Last year some women friends and I took a trip to the Bighorn River in southeast Montana for dry fly fishing. It’s a tail-water river known for a trifecta: Brown Trout, Rainbow Trout and White Fish. They tend to be large and wily, even the ‘whities.’ While my friend, Terry and I fished our arms off last year for trout, my friends took another approach; a more leisurely approach. Their guide, they announced, was taking them for a day of Carp fishing with Martinis. A picnic they said. All we could say was WHAT? They returned from the outing with smiles as wide as Wyoming; their 80-year-old spirits uplifted.
This year Terry and I returned in mid-August, checked into the Kingfisher Lodge near Fort Smith, Montana and connected with our guide. We fished for the usual suspects the first two days on the Bighorn River, under blistering heat, with mixed results. Water temps were up, water levels down, fish seemingly only interested in sub-surface nymphs. After a while one says blah. There must be something else going on.
Then we remembered the Martini girls.
“Sure,” said Nate. Not to Martinis, but to angling for Carp. “You wanna go there? We need a windless day. Hot weather is ok, but we need clear so we can spot them. Big surface flies for big fish.”
We smiled. Sounded like targeting Redfish. “Big fun,” said Nate. “And Bass too.”
The drive up to Bighorn Lake is a winding one, about three miles worth, up into the hills above the burg of Fort Smith, an hour and a half out of Billings. The 71 mile-long lake sits behind the Yellowtail Dam, although it appears much smaller than that when you launch. Stone cliffs with colorful striations flank the canyon. It’s quiet, except for the occasional motorboat passing by. We were the only drift boat on the lake that day; the only flyfishers visible. The serenity alone was a brilliant change from the hoards on the Bighorn River, where fishers in waders carve out their turf in nearly combat-fishing style.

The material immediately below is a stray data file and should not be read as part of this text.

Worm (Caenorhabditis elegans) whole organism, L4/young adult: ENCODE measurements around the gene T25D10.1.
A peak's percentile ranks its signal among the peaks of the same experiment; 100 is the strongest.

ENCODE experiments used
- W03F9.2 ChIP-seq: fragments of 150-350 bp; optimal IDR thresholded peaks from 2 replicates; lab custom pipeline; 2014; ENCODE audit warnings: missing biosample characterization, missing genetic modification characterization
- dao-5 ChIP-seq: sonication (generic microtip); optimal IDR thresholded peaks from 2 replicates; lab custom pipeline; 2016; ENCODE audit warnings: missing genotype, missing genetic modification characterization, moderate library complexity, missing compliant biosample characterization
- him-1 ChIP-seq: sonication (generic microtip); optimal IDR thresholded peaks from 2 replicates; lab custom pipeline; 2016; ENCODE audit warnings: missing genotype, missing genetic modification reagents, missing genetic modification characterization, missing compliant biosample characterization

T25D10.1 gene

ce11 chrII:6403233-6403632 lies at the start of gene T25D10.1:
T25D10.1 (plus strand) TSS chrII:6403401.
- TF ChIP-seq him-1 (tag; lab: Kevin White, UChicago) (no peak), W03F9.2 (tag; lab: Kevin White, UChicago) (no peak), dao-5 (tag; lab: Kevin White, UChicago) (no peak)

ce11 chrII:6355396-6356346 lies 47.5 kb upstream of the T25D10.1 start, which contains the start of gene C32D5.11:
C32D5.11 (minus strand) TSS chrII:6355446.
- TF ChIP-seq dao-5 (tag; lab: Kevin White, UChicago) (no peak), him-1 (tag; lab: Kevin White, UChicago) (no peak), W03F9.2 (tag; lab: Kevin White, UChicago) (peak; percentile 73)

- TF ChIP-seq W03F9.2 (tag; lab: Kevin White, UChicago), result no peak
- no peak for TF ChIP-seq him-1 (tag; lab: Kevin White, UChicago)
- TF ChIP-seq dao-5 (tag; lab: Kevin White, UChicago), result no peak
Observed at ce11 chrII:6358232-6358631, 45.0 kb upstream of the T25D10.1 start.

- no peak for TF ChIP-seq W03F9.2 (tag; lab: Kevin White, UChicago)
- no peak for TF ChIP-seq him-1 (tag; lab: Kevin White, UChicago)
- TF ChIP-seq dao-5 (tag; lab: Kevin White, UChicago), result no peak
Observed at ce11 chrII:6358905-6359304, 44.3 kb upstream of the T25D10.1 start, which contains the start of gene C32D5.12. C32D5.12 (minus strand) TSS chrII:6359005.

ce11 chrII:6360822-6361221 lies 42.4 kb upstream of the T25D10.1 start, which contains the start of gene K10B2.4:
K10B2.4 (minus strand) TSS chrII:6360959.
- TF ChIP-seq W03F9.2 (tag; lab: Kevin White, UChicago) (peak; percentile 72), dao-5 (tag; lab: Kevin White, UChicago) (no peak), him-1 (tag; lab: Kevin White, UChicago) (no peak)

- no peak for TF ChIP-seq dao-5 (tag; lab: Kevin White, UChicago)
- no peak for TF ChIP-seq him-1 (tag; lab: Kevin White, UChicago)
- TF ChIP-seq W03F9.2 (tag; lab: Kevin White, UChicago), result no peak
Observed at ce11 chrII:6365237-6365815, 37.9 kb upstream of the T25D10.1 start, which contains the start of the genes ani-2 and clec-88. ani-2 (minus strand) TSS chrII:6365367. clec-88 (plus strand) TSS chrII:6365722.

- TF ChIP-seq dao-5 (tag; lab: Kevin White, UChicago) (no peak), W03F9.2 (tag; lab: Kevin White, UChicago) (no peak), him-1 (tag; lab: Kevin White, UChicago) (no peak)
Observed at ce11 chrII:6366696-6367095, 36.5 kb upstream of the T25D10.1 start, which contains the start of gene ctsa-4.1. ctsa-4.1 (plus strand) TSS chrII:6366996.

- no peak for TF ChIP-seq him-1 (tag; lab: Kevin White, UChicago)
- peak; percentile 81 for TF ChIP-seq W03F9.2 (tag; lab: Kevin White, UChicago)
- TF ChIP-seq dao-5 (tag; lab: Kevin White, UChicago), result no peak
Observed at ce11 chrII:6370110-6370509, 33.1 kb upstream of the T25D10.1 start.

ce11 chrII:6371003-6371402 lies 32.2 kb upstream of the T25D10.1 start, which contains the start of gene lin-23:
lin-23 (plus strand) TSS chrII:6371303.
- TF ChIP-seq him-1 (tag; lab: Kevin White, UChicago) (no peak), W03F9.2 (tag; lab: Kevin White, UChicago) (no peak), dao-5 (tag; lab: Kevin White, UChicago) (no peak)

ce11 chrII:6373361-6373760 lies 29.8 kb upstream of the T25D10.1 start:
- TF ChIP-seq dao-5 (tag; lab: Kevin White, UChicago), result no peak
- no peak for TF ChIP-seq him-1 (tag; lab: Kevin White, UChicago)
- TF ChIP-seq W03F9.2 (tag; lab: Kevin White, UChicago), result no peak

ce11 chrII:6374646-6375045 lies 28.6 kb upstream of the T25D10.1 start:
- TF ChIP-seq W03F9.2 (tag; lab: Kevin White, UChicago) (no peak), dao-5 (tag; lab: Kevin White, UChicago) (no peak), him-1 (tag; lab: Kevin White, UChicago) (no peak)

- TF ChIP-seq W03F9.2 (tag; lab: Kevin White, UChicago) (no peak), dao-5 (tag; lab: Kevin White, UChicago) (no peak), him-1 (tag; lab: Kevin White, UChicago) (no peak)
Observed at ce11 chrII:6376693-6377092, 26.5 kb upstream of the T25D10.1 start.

That is only fun for so long in my book.
Along the drive we see flocks of wild turkey, deer, antelope, cattle, big crows and a buffalo. The first time we drove up in mid-September of 2014, a dusting of snow covered the hills, making the road seem precipitous. This time the view from above was stunning, the valley floor golden and shimmering in August’s heat.
This lake is clearly a favorite with locals; folks who drive up from Billings for the day with their coolers, beach umbrellas and fishing rods. There is a roped off area for swimming and the lake temperatures invite a dip. Families gather in the afternoon near the concession store.
But we are here to hunt Carp. And so we do.
Nate tells us to look for their heads up, usually near the rocks, in the quiet coves. He rows quietly. We are on-point now, not sure whether to look for pushing V’s in the water or wakes. And then we see them in small groups, noses touching the warm stone cliffs, appearing to feed on something at the surface. They move around a bit, backs arching out of the water sometimes, tailing.